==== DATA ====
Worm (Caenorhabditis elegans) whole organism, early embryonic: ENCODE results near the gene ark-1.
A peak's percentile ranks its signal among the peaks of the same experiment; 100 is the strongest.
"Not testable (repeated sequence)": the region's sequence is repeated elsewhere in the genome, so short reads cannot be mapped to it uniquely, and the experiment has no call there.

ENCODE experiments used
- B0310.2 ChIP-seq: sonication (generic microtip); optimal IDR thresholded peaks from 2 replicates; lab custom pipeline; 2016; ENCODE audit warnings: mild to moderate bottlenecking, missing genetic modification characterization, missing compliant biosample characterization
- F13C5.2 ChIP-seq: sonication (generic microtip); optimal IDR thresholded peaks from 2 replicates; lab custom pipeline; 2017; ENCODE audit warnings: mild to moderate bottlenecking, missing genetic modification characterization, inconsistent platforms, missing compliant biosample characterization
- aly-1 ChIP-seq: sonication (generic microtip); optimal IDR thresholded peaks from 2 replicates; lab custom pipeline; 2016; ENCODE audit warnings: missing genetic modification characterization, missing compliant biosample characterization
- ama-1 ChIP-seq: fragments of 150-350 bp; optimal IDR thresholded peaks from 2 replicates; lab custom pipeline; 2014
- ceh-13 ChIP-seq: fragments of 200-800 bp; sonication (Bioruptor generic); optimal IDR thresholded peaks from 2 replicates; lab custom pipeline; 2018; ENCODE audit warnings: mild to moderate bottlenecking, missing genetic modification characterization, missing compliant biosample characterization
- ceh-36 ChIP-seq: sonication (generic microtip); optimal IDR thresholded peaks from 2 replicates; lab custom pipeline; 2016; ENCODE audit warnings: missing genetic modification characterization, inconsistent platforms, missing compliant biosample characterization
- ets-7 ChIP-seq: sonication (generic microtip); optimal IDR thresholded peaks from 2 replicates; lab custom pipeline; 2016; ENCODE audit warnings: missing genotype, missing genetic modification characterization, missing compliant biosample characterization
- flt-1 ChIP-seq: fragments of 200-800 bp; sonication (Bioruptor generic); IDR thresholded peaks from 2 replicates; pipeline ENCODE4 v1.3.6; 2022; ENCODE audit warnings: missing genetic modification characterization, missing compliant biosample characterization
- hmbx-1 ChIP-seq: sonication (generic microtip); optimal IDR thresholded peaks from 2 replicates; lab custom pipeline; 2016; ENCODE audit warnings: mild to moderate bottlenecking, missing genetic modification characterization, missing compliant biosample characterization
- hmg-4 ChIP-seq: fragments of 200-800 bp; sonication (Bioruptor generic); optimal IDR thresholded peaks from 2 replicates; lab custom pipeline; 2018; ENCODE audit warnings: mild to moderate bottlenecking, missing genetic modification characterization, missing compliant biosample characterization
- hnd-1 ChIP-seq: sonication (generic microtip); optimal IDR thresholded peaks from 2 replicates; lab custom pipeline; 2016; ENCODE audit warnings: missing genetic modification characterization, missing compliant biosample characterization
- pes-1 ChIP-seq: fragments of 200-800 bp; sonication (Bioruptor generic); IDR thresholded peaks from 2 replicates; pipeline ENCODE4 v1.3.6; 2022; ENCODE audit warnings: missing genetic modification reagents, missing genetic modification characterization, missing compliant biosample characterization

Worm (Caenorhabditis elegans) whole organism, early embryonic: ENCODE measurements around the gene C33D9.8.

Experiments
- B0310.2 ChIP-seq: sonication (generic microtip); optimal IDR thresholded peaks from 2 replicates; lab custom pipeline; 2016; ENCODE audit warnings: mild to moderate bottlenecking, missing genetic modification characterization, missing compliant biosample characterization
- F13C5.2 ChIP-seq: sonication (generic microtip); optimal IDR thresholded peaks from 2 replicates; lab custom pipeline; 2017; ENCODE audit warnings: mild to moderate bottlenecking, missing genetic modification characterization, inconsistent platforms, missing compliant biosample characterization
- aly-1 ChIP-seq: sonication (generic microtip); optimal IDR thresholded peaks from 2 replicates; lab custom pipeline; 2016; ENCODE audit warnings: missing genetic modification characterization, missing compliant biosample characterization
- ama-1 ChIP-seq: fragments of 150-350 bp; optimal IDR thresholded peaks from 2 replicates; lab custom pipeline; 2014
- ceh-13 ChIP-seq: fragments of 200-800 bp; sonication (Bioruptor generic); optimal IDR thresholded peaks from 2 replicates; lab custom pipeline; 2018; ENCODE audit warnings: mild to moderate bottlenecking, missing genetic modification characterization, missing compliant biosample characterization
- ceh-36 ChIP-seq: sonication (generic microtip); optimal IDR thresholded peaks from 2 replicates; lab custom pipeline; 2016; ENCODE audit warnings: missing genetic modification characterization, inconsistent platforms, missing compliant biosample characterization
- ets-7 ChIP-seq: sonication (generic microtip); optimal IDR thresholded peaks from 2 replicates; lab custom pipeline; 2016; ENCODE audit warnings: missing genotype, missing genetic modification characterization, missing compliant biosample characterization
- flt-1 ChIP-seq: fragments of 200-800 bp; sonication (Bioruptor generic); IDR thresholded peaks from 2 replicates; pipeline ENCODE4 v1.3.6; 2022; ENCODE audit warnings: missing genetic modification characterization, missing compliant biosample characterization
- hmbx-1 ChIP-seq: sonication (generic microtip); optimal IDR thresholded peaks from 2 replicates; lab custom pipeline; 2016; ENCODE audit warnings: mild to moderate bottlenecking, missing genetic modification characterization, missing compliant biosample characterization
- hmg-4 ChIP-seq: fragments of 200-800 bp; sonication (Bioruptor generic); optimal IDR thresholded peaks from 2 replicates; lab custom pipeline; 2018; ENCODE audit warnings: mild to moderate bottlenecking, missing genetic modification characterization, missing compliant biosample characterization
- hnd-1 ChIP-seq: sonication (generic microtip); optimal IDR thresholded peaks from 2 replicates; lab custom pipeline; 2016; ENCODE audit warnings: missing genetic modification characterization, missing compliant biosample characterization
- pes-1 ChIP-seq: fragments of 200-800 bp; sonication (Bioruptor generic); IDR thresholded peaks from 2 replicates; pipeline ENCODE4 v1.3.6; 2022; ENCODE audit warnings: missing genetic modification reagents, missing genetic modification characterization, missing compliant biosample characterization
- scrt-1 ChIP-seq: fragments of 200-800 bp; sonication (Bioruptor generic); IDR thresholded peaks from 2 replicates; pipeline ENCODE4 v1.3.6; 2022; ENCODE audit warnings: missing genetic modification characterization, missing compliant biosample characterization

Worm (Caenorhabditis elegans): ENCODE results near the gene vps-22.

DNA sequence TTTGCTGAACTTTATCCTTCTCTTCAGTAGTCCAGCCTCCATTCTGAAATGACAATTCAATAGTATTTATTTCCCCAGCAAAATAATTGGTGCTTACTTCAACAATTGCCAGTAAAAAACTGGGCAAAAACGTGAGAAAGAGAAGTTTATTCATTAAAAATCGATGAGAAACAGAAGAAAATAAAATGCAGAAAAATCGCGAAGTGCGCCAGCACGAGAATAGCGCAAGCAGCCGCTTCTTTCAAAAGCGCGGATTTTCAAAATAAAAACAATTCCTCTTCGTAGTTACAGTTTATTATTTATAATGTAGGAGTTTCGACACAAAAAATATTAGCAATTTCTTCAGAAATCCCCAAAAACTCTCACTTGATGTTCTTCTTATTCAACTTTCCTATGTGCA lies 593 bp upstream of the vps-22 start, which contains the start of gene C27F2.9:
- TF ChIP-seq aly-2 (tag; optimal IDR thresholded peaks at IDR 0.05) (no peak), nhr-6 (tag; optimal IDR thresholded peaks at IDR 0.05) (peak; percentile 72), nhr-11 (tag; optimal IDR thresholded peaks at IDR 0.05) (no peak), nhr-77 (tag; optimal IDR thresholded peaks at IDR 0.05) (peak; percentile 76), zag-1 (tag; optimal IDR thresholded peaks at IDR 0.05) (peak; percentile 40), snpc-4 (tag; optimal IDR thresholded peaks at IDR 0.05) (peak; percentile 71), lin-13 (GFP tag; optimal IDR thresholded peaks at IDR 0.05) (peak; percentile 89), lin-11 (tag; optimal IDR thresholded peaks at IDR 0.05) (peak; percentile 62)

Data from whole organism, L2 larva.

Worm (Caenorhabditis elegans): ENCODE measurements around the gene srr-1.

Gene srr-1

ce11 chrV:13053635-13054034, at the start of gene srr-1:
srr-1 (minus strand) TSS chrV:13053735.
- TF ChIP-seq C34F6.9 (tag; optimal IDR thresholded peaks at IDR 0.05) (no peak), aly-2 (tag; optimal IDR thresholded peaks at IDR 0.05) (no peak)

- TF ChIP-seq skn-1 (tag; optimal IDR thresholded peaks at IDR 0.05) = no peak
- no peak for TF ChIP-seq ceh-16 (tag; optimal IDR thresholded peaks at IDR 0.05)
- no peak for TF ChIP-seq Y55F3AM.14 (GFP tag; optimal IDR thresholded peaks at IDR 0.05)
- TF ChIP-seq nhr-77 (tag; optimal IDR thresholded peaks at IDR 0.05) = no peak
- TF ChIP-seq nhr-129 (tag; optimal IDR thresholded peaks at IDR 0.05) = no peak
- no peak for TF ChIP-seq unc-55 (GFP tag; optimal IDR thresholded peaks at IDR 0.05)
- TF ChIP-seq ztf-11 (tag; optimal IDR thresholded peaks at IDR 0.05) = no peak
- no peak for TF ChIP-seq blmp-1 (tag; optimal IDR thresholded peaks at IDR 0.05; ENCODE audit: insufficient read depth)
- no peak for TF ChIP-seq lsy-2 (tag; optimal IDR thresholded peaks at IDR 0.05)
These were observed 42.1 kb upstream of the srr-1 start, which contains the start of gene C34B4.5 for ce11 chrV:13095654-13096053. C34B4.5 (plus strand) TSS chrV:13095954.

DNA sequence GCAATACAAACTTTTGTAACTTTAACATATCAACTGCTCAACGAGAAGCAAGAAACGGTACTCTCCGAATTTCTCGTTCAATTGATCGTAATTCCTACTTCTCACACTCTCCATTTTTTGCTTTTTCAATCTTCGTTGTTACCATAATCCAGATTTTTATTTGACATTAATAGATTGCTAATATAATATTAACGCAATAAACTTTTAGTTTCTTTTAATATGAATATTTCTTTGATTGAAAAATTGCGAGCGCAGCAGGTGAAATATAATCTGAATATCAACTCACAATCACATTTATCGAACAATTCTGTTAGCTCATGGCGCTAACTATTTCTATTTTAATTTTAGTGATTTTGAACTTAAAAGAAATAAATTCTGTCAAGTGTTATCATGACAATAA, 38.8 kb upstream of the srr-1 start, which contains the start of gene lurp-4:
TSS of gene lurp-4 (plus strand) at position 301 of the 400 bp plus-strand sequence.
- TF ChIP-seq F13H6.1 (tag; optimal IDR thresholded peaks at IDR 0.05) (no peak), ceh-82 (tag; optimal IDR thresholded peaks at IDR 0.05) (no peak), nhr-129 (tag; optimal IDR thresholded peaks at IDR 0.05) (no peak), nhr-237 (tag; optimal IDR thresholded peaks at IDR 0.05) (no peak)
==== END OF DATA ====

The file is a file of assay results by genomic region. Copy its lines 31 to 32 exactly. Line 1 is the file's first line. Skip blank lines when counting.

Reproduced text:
- scrt-1 ChIP-seq: fragments of 200-800 bp; sonication (Bioruptor generic); IDR thresholded peaks from 2 replicates; pipeline ENCODE4 v1.3.6; 2022; ENCODE audit warnings: missing genetic modification characterization, missing compliant biosample characterization

Worm (Caenorhabditis elegans): ENCODE results near the gene vps-22.